Airflow Guides

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Core Components

Apache Airflow consists of 4 core components:

Webserver Airflow's UI.

At its core, this is just a Flask app that displays the status of your jobs and provides an interface to interact with the database and reads logs from a remote file store (S3, Google Cloud Storage, AzureBlobs, ElasticSearch etc.).

Scheduler This is responsible for scheduling jobs.

This is a multi-threaded Python process that uses the DAG object with the state of tasks in the metadata database to decide what tasks need to be run, when they need to be run, and where they are run.

Executor The mechanism by which work actually gets done.

There are several executors, each with strengths and weaknesses.

Metadata Database A database (usually PostgresDB or MySql, but can be anything with SQLAlchemy support) that determines how the other components interact. The scheduler stores and updates task statuses, which the Webserver then uses to display job information.


How does work get scheduled?

Once the scheduler is started:

  1. The scheduler "taps" the dags folder and instantiates all DAG objects in the metadata databases. Depending on the configuration, each DAG gets a configurable number of processes.

    Note: This means all top level code (i.e. anything that isn't defining the DAG) in a DAG file will get run each scheduler heartbeat. Try to avoid top level code to your DAG file unless absolutely necessary.

  2. Each process parses the DAG file and creates the necessary DagRuns based on the scheduling parameters of each DAG's tasks. A TaskInstance is instantiated for each task that needs to be executed. These TaskInstances are set to Scheduled in the metadata database.
  3. The primary scheduler process queries the database for all tasks in the SCHEDULED state and sends them to the executors (with state changed to QUEUED).
  4. Depending on the execution setup, workers will pull tasks from the queue and start executing it. Tasks that are pulled off of the queue are changed from "queued" to "running."
  5. If a task finishes, the worker then changes the status of that task to its final state (finished, failed, etc.). The scheduler then reflects this change in the metadata database.

def _process_dags(self, dagbag, dags, tis_out):
        Iterates over the dags and processes them. Processing includes:
        1. Create appropriate DagRun(s) in the DB.

        2. Create appropriate TaskInstance(s) in the DB.

        3. Send emails for tasks that have missed SLAs.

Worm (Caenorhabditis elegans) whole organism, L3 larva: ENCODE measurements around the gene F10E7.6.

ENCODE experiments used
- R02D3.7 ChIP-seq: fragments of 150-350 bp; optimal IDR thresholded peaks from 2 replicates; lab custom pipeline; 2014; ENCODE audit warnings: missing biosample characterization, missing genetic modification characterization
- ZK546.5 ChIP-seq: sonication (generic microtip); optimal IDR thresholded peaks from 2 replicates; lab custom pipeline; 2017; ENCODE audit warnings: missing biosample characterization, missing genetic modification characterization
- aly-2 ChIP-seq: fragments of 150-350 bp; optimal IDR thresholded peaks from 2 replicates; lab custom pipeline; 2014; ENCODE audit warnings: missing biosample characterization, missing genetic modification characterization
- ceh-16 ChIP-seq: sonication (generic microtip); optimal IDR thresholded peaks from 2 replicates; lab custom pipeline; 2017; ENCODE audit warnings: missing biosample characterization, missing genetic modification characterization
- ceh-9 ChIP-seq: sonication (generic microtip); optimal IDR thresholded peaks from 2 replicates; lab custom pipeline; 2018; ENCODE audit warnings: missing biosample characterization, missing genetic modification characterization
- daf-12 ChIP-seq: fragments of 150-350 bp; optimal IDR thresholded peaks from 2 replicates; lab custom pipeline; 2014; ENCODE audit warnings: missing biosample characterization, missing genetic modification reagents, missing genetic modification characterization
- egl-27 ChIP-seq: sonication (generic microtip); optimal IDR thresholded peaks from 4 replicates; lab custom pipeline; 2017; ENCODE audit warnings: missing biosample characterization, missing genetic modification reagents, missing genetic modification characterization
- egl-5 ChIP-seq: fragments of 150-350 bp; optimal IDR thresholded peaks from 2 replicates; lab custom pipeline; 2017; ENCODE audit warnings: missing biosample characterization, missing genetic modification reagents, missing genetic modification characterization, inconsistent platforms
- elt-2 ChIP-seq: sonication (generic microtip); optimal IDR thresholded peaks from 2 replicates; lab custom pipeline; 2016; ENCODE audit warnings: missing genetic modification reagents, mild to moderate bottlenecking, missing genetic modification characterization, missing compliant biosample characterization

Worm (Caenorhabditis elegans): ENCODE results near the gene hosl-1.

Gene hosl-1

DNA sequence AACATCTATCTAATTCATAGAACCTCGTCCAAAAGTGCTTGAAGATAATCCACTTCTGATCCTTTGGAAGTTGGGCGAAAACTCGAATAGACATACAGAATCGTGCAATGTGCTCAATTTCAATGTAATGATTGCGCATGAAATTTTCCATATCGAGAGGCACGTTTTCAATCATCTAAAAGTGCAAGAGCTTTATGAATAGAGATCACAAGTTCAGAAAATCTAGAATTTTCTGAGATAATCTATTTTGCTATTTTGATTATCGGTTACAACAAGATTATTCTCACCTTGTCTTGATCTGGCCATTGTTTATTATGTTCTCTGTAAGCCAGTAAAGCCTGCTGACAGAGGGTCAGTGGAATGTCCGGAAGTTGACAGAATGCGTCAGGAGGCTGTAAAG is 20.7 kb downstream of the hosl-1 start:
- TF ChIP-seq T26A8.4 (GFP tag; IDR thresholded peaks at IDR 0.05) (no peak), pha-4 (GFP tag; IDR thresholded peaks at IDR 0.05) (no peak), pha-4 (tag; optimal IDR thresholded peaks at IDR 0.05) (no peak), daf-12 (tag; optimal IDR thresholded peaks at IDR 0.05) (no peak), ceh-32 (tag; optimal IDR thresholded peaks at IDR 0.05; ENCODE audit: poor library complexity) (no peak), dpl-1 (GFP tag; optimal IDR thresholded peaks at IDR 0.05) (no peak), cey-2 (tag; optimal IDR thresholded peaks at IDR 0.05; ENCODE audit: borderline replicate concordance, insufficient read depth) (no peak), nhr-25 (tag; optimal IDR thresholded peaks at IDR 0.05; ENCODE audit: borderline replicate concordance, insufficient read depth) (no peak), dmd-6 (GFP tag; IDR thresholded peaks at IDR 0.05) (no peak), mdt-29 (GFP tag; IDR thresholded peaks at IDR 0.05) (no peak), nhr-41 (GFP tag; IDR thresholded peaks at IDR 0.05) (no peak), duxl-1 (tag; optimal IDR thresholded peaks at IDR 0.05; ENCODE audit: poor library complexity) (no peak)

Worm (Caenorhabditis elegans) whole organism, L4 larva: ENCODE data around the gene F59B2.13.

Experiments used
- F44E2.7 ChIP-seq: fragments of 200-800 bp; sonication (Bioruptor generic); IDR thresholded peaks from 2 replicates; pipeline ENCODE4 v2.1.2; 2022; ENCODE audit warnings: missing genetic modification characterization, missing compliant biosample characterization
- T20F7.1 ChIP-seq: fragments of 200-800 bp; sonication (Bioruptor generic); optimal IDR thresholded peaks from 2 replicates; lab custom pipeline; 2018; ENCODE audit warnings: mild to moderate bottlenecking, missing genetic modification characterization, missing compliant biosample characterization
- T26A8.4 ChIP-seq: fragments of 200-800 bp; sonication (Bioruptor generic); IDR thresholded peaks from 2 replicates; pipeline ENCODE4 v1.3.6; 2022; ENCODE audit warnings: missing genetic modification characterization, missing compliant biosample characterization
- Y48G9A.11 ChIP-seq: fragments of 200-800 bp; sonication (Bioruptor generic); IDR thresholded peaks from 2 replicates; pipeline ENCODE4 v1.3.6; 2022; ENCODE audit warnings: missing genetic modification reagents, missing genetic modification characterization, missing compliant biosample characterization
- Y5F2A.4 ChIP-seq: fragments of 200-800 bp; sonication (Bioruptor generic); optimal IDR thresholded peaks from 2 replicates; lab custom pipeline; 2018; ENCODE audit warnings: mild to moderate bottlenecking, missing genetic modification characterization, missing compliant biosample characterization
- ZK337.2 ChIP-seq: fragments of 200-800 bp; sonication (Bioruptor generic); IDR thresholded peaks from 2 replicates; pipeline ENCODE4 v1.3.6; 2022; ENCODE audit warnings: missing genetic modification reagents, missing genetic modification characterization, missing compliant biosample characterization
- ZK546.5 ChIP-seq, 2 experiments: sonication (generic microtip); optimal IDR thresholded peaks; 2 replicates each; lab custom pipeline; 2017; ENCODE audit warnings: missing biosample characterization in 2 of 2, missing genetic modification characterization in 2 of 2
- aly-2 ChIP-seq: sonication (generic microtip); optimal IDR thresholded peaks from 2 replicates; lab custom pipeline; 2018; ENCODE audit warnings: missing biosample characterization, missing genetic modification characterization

:param dagbag: a collection of DAGs to process
        :type dagbag: models.DagBag
        :param dags: the DAGs from the DagBag to process
        :type dags: DAG
        :param tis_out: A queue to add generated TaskInstance objects
        :type tis_out: multiprocessing.Queue[TaskInstance]
        :return: None
        for dag in dags:
            dag = dagbag.get_dag(dag.dag_id)
            if dag.is_paused:
      "Not processing DAG %s since it's paused", dag.dag_id)

            if not dag:
                self.log.error("DAG ID %s was not found in the DagBag", dag.dag_id)

  "Processing %s", dag.dag_id)

            dag_run = self.create_dag_run(dag)
            if dag_run:
      "Created %s", dag_run)
            self._process_task_instances(dag, tis_out)

        models.DagStat.update([d.dag_id for d in dags])

Controlling Component Interactions

The schedule at which these components interact can be set through airflow.cfg. This file has tuning for several airflow settings that can be optimized for a use case.

This file is well documented, but a few notes:


By default, Airflow can use the LocalExecutor, SequentialExecutor, the CeleryExecutor, or the KubernetesExecutor.

  • The SequentialExecutor just executes tasks sequentially, with no parallelism or concurrency. It is good for a test environment or when debugging deeper Airflow bugs.
  • The LocalExecutor supports parallelism and hyperthreading and is a good fit for Airflow running on local machine or a single node.
  • The CeleryExecutor is the preferred method to run a distributed Airflow cluster. It requires Redis, RabbitMq, or another message queue system to coordinate tasks between workers.
  • The KubernetesExecutor, which was introduced in Airflow 1.10, calls the Kubernetes API to create a temporary pod for each task to run, enabling users to pass in custom configurations for each of their tasks and use resources efficiently.


The parallelism, dag_concurrency and max_active_runs_per_dag settings can be tweaked to determine how many tasks can be executed at once.

It is important to note that parallelism determines how many task instances can run in parallel in the executor, while dag_concurrency determines the maximum number of tasks that can run within each DAG. These two numbers should be fine tuned together when optimizing an Airflow deployment, with the ratio depending on the number of DAGs.

max_active_runs_per_dag determines how many DagRuns across time can be scheduled for each particular DAG. This number should depend on how how long DAGs take to execute, their schedule interval, and scheduler performance.

Scheduler Settings

job_heartbeat_sec determines the frequency at which the scheduler listens for external kill signals, while scheduler_heartbeat_sec looks for new tasks.

As the cluster grows in size, increasing the scheduler_heartbeat_sec gets increasingly expensive. Depending on the infrastructure and how long tasks generally take, and how the scheduler performs, consider increasing this number from the default.